How to do the Islands

Agent L will just go ahead and say that the Adalar are overrated, expensive tourist traps full of screaming kids on bicycles.

Having lived on Kınalıada for two months, the charms of the gorgeous little houses, the views and the lack of cars were overshadowed by the nerve wracking commute, (you do NOT want to miss the last ferry, or fall asleep and miss your island) and the noise- the noise! Kids screaming in the street until well past midnight. Seagulls starting in at 3 am. Call for prayer shortly before dawn from a minaret so close to my flat you could have sworn it was in the bathroom. Half an hour later, just as I was drifting off again, church bells. I was sleep deprived and cranky, and spending an inordinate amount of time in Bostanci, angrily waiting an hour and a half for the next ferry after just missing one. Yuck.

As far as places to visit go, they do have one thing going for them- convenience. It takes about an hour to get there, (do enjoy your view of the Navy cadet on duty at Heybeliada)


and then, yes, you CAN go swimming. Depending on which way the wind is blowing you might be swimming in literal trash, but you can go for a dip. The houses really are charming, and the flowering bushes a balm on nerves frazzled by the pace of Istanbul life. The much touted horse carriage rides are just kind of depressing, though. The horses are SO SKINNY! And yes, on Buyukada you can rent a (very poorly maintained) bicycle for a few lira and take off for an island tour but I personally never really saw the appeal of riding a bike in a big circle, and if I’m having a leisurely cycle on a beach bike, I’d prefer a landscape more like Virginia Beach or the Outer Banks than the Alps. Oh, there’s a view at the top? This city is full of spectacular views. You cannot tell me it’s worth it. I’m not all hate, though. Hannah and I had a lovely day there yesterday, because we took precautions and did it smart. I now present you with the Agent L Guide to Doing the Islands Right.

1. Pick an island and get to know it pretty well. I’ve dabbled in other islands, but I’ve determined that Kınalıada, which is more residential and less popular than the others, is my jam. There’s a decent, by Ada standards, beach and far fewer tourists.

2. Go in the late afternoon, on a weekday if possible. Yeah, there’s a huge, annoying gap in ferry service in the early afternoon, and you might be tempted to try to get there before noon so you can eat more overpriced meals by the water and really savor walking up and down the three or four residential streets 17 times, but a. there’s not actually that much to do, b. the beach chairs don’t generally come with umbrellas which means you’ll be broiling in the sun for hours, and if you are genetically blessed with skin that is naturally the color of photo copy paper like Hannah and me, that’s a terrible idea and c. it’s crowded as fuck during the day. If you take the 3:45 from Bostanci, though, and get there at around 10 after 5, it will still be sunny but it’ll be quite a bit cooler, and people who’ve been lying on beach chairs all day will be decamping en masse,_MG_0041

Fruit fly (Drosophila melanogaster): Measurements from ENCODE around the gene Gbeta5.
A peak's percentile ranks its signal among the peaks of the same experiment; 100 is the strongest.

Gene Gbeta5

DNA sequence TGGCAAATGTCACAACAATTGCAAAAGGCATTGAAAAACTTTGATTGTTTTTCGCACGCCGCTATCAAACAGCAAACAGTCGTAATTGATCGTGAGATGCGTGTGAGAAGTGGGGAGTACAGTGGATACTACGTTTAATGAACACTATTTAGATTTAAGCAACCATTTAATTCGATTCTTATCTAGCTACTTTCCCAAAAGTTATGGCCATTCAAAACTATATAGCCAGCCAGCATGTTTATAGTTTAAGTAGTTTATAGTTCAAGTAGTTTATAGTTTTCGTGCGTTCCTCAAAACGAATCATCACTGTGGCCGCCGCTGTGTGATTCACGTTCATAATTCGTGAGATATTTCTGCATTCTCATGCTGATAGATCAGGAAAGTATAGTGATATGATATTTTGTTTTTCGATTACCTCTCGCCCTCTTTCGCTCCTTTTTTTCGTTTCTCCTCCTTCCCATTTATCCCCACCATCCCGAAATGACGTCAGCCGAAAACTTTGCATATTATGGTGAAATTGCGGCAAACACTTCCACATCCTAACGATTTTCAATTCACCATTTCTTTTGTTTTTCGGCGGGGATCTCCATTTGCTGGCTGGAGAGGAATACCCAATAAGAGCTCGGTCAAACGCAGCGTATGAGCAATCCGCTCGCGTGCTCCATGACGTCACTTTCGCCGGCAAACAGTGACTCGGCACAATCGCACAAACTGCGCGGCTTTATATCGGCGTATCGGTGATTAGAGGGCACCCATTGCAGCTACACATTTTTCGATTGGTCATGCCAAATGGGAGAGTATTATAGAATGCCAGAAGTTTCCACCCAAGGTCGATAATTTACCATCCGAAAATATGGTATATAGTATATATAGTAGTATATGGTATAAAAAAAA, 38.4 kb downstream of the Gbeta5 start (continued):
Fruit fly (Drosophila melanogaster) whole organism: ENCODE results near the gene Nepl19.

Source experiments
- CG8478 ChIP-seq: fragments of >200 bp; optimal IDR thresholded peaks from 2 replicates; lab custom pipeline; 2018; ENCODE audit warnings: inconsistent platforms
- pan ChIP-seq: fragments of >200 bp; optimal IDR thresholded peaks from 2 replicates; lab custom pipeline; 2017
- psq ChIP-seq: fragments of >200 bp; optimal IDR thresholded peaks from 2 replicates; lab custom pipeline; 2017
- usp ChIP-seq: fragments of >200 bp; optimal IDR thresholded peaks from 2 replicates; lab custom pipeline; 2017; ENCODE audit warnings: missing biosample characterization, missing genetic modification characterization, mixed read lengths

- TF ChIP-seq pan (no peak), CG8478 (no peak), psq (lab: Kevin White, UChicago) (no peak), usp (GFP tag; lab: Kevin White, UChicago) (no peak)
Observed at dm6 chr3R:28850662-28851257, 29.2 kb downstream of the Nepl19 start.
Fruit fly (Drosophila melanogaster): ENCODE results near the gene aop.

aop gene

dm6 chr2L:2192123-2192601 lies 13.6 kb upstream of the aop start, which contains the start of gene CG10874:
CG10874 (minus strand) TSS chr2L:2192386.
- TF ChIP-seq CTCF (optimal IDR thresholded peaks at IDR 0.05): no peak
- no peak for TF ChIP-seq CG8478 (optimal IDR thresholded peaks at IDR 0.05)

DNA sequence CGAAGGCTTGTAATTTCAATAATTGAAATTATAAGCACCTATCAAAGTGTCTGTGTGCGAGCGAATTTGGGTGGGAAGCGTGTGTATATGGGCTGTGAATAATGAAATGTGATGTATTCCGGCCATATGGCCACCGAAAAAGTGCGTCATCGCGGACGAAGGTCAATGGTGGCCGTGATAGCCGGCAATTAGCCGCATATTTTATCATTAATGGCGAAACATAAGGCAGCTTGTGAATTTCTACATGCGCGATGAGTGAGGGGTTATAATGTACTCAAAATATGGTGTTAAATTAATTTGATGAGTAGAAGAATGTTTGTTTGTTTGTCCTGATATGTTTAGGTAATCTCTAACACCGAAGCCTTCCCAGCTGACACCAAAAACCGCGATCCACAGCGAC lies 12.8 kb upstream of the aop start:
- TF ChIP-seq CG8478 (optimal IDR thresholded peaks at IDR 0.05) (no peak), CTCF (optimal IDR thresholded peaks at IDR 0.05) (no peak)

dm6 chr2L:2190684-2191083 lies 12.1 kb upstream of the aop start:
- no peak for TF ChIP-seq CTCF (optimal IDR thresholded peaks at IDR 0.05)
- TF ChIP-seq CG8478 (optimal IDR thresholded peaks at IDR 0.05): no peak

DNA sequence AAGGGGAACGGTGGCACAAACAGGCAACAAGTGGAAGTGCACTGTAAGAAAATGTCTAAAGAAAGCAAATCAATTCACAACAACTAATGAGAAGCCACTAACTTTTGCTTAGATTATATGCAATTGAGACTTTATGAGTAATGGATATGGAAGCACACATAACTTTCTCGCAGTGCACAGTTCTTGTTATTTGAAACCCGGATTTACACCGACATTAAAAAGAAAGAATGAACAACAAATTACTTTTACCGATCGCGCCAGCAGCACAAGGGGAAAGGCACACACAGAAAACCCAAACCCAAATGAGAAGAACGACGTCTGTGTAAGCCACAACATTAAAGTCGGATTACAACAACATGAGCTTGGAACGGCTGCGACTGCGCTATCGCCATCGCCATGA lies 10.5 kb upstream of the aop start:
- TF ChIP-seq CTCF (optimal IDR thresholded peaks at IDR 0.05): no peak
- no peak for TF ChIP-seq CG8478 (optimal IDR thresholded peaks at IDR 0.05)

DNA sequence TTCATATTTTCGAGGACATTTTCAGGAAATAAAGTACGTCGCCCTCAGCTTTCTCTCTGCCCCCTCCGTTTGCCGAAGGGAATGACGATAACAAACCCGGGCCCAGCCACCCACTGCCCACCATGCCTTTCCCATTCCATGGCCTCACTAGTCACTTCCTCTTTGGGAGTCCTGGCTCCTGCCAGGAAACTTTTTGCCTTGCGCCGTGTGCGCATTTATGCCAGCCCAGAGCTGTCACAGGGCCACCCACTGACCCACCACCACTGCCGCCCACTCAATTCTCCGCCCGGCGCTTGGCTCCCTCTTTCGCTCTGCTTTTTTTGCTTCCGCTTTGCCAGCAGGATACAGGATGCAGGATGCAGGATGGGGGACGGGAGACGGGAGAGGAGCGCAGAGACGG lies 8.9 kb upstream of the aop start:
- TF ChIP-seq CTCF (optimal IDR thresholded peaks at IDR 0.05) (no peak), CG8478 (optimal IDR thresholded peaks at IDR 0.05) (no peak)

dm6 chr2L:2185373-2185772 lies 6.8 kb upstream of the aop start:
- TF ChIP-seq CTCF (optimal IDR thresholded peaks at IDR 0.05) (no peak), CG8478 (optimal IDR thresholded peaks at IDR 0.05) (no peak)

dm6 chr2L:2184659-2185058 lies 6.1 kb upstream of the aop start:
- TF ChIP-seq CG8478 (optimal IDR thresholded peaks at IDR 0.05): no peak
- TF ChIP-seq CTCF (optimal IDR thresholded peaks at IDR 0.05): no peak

and the chairs themselves will be a bit cheaper. So to recap- you don’t over-radiate your skin and sit in a puddle of your own sweat and you have the place to yourself.

3. When you exit the ferry at Kınalıada turn left. Walk along the waterfront and try to avoid the many small boys on bikes who are riding pell-mell through very crowded streets with the verve and enthusiasm exhibited by small boys that makes me question, occasionally, how any men make it to adulthood. After a block or two you will find a mussel sandwich, kokoreç stand. Get a mussle sandwich. Of course, get it with sauce. Why would anyone not get it with sauce? If you are a hale and hearty eater as Hannah and I are, get two. While they’re assembling the sandwiches, walk into the grocery store across the street and buy a couple beers. Then find your a seat to your liking, you will have your pick because everyone really will be leaving, and plop down.



_MG_0044Enjoy the spectacular views of Istanbul’s sprawl problem.


4. After you’ve eaten and let the food settle you’ll determine that it’s time to take a dip. Just know that the beach is rock, and your feet will hurt. Not so much going in, for some reason, as coming out.


Upon exiting the sea, it will kind of make you want to die.

5. When hunger strikes again, take a stroll. Be surprised and alarmed by some of the local businesses.



Amuse yourself by taking pictures of TERRIBLE PANTS. (Promise and threat, the terrible pants of Istanbul, now that we have a working camera, is an upcoming post.)

_MG_00485. Go get dinner. There are lots of choices, and they’re more or less interchangeable, so just pick the restaurant with the chairs you like the most. Order some meze. Splurge and get some karides and octopus salad.


6. Try to arrive well before your intended ferry leaves. If you arrive two minutes before, you may have the pleasure of watching it sail away, and the next one, guarantee, won’t be for another hour and fifteen minutes. If you miss that one as well, for the same reason, you’ll be super cranky.

So that’s the Islands! Enjoy!


This entry was posted in Adalar, Drinking, Eating, Istanbul, Prince Islands and tagged . Bookmark the permalink.

2 Responses to How to do the Islands

  1. Alan says:

    . . . miserable git!! 😉

  2. Great advice! Avoid Buyukada like the plague. And midye tava WITH the sauce is one of my fav things! I miss it already!

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